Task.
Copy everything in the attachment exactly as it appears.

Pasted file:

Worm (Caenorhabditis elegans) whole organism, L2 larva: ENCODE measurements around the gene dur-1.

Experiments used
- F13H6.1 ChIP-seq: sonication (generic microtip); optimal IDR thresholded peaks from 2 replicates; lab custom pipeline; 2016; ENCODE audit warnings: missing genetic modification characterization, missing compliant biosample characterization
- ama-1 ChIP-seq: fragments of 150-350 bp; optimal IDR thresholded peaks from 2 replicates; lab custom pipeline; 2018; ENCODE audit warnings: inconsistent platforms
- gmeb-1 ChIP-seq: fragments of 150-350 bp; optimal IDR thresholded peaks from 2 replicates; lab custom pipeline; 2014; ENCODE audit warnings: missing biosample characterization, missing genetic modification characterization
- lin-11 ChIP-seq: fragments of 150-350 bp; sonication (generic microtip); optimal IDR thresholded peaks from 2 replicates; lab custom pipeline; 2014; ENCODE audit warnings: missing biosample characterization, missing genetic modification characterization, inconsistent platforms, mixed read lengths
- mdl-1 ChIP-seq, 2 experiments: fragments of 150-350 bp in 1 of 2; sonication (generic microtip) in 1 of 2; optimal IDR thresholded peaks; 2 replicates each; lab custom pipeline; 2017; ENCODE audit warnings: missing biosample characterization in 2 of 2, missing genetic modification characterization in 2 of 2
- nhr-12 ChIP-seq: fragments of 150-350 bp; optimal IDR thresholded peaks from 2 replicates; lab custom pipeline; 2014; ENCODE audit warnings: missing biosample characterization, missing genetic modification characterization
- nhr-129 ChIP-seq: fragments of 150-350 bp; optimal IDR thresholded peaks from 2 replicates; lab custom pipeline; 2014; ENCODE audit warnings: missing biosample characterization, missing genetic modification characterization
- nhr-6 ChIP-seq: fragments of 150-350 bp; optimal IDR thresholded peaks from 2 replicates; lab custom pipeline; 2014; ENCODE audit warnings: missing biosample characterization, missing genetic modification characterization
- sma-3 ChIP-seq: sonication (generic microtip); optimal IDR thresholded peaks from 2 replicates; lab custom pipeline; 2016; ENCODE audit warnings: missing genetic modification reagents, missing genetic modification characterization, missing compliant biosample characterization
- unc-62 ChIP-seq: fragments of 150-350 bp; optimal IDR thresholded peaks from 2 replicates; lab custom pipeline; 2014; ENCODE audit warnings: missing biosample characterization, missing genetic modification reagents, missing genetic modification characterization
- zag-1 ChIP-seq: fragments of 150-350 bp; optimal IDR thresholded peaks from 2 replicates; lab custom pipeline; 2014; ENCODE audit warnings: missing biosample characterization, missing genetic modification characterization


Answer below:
Worm (Caenorhabditis elegans) whole organism, L2 larva: ENCODE measurements around the gene dur-1.

Experiments used
- F13H6.1 ChIP-seq: sonication (generic microtip); optimal IDR thresholded peaks from 2 replicates; lab custom pipeline; 2016; ENCODE audit warnings: missing genetic modification characterization, missing compliant biosample characterization
- ama-1 ChIP-seq: fragments of 150-350 bp; optimal IDR thresholded peaks from 2 replicates; lab custom pipeline; 2018; ENCODE audit warnings: inconsistent platforms
- gmeb-1 ChIP-seq: fragments of 150-350 bp; optimal IDR thresholded peaks from 2 replicates; lab custom pipeline; 2014; ENCODE audit warnings: missing biosample characterization, missing genetic modification characterization
- lin-11 ChIP-seq: fragments of 150-350 bp; sonication (generic microtip); optimal IDR thresholded peaks from 2 replicates; lab custom pipeline; 2014; ENCODE audit warnings: missing biosample characterization, missing genetic modification characterization, inconsistent platforms, mixed read lengths
- mdl-1 ChIP-seq, 2 experiments: fragments of 150-350 bp in 1 of 2; sonication (generic microtip) in 1 of 2; optimal IDR thresholded peaks; 2 replicates each; lab custom pipeline; 2017; ENCODE audit warnings: missing biosample characterization in 2 of 2, missing genetic modification characterization in 2 of 2
- nhr-12 ChIP-seq: fragments of 150-350 bp; optimal IDR thresholded peaks from 2 replicates; lab custom pipeline; 2014; ENCODE audit warnings: missing biosample characterization, missing genetic modification characterization
- nhr-129 ChIP-seq: fragments of 150-350 bp; optimal IDR thresholded peaks from 2 replicates; lab custom pipeline; 2014; ENCODE audit warnings: missing biosample characterization, missing genetic modification characterization
- nhr-6 ChIP-seq: fragments of 150-350 bp; optimal IDR thresholded peaks from 2 replicates; lab custom pipeline; 2014; ENCODE audit warnings: missing biosample characterization, missing genetic modification characterization
- sma-3 ChIP-seq: sonication (generic microtip); optimal IDR thresholded peaks from 2 replicates; lab custom pipeline; 2016; ENCODE audit warnings: missing genetic modification reagents, missing genetic modification characterization, missing compliant biosample characterization
- unc-62 ChIP-seq: fragments of 150-350 bp; optimal IDR thresholded peaks from 2 replicates; lab custom pipeline; 2014; ENCODE audit warnings: missing biosample characterization, missing genetic modification reagents, missing genetic modification characterization
- zag-1 ChIP-seq: fragments of 150-350 bp; optimal IDR thresholded peaks from 2 replicates; lab custom pipeline; 2014; ENCODE audit warnings: missing biosample characterization, missing genetic modification characterization